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WinLab Reviews
Tripmate and Street Atlas USA 4.0
Don't Get Lost-Get GPS

-- by Deborah K. Wong

Have you ever been lost and wished for one of those "You Are Here" markers? DeLorme's Tripmate and Street Atlas USA 4.0 bundle gives you one, electronically. Its high-performance Global Positioning System (GPS) receiver links directly to any laptop, correctly identifying your precise location anywhere in the U.S. on the newest version of DeLorme's street-level mapping software, Street Atlas USA 4.0.

A cluster of 24 orbiting Defense Department satellites, GPS monitors your position anywhere on the globe. It gives you accurate information such as latitude, longitude, elevation, speed and direction of travel, using the atomic clocks aboard the satellites for precision timing. The satellites broadcast low-power radio waves containing the satellite's identity code and down-to-the-nanosecond time that the message was sent. Tripmate's GPS receiver picks up the signal, identifies the satellite and compares the signal time with its own internal clock. Since radio waves travel at the speed of light, the difference between the send and receive times gives an accurate picture of your distance from the satellite.

I tested this receiver right out of the box on a Dell Latitude P133 portable PC with 24MB of RAM, requesting my location through the day and night, in sun, rain and wind. Response time was the same in all conditions: approximately 60 to 75 seconds.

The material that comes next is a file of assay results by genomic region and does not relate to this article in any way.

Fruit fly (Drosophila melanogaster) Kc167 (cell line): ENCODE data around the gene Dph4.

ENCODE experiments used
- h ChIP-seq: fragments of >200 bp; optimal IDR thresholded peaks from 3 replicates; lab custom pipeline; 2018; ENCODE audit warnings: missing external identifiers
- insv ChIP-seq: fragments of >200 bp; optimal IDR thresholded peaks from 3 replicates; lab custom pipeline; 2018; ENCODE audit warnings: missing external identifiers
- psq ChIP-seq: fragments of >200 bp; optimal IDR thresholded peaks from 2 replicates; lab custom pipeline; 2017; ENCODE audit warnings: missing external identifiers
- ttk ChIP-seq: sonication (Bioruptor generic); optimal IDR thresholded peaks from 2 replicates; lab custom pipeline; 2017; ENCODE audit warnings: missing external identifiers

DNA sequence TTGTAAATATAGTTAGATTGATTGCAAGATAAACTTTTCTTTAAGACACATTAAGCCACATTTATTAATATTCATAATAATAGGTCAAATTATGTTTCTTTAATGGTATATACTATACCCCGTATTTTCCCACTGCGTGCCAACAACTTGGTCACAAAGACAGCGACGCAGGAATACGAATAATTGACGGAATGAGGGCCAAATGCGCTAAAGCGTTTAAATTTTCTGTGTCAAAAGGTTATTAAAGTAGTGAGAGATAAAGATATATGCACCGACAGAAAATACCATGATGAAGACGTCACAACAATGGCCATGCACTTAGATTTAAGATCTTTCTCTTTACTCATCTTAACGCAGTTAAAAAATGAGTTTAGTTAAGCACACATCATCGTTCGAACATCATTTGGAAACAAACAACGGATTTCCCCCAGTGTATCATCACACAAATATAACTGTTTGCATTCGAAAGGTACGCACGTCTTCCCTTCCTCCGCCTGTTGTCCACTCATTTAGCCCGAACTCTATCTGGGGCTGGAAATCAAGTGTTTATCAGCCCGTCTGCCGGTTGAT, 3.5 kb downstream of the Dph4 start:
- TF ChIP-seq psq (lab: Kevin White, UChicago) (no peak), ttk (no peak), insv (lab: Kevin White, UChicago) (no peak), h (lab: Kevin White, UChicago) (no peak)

If your laptop doesn't have a CD-ROM drive, you can select the area on the map where you'll be traveling and download just that data to your portable PC. I popped the CD into my notebook, plugged the Tripmate receiver into the serial port in the rear of my laptop, dropped four AA batteries into its bright-yellow, mouse-like case and attached four black rubber feet to prevent it sliding off my dashboard. Then I launched the Street Atlas software and hit the road.

The program's Initialize GPS dialog box first appeared on my screen to verify my location. When it picked up the proper signals, a lime green arrow appeared on the on-screen map, accurately showing my position as I moved. Tripmate needs to receive signals from at least four satellites to ensure accurate positioning; the map's arrow changes to yellow when the receiver picks up less than four satellites, and changes to red if the data is poor or insufficient.

Tripmate works only with Street Atlas USA 4.0 and AAA Map'n'Go 2.0 software, which is a real drawback if you've already invested in another mapping application. But Street Atlas USA 4.0 creates custom maps, covers the entire U.S. and provides the most graphically rich maps I've ever seen. It can measure the distance between two points, search addresses by latitude and longitude, and see zip code boundaries and demographics. Draw a circle or other shape around a region, and Street Atlas will calculate its area or show you the sights available within its radius. Using the Draw Line tool, you can add new roads, hiking trails or your driveway to maps. It automatically updates your maps with the latest weather, construction or event information via the Internet.

With Tripmate, getting lost will no longer be an excuse for arriving late. Batteries are included; laptop and driver aren't.

W Info File

Tripmate and Street Atlas USA 4.0
Price: $149
Pros: Easy to use; accurate
Cons: Responses slowed by trees, tunnels and high buildings; incompatible with other mapping software
Disk Space: 8MB
Platforms: 3x, 95, NT
DeLorme Mapping
800-452-5931, 207-865-1234
Circle #569 or visit Winfo Online
WinMag Box Score: 4.0

Copyright (c) 1997 CMP Media Inc.

Windows Magazine, March 1997, page 157.

[ Go to March 1997 Table of Contents ]